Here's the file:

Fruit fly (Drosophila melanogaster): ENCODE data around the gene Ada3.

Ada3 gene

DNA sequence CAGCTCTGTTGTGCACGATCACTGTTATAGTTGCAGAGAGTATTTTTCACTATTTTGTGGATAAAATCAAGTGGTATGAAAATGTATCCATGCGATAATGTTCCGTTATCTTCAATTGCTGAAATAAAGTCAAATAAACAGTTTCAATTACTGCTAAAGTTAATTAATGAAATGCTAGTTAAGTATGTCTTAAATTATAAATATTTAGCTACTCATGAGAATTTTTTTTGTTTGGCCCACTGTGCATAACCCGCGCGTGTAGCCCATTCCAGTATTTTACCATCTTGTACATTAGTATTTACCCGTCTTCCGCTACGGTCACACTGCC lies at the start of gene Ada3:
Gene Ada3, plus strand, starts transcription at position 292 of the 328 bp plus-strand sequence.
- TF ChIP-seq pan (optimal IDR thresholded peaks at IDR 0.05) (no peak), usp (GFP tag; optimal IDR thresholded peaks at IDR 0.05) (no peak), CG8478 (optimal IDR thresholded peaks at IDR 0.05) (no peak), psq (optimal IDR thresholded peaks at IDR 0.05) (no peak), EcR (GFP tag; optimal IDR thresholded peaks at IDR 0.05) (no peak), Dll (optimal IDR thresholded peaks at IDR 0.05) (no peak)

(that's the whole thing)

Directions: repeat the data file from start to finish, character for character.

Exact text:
Fruit fly (Drosophila melanogaster): ENCODE data around the gene Ada3.

Ada3 gene

DNA sequence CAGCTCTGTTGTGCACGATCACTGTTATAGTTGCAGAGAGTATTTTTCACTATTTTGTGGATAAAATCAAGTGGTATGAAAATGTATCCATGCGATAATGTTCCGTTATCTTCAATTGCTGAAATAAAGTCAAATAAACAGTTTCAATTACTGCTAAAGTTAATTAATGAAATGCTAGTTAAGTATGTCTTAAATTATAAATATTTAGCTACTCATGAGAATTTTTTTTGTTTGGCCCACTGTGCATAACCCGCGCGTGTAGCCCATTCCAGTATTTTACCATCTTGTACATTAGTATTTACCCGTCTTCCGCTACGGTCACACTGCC lies at the start of gene Ada3:
Gene Ada3, plus strand, starts transcription at position 292 of the 328 bp plus-strand sequence.
- TF ChIP-seq pan (optimal IDR thresholded peaks at IDR 0.05) (no peak), usp (GFP tag; optimal IDR thresholded peaks at IDR 0.05) (no peak), CG8478 (optimal IDR thresholded peaks at IDR 0.05) (no peak), psq (optimal IDR thresholded peaks at IDR 0.05) (no peak), EcR (GFP tag; optimal IDR thresholded peaks at IDR 0.05) (no peak), Dll (optimal IDR thresholded peaks at IDR 0.05) (no peak)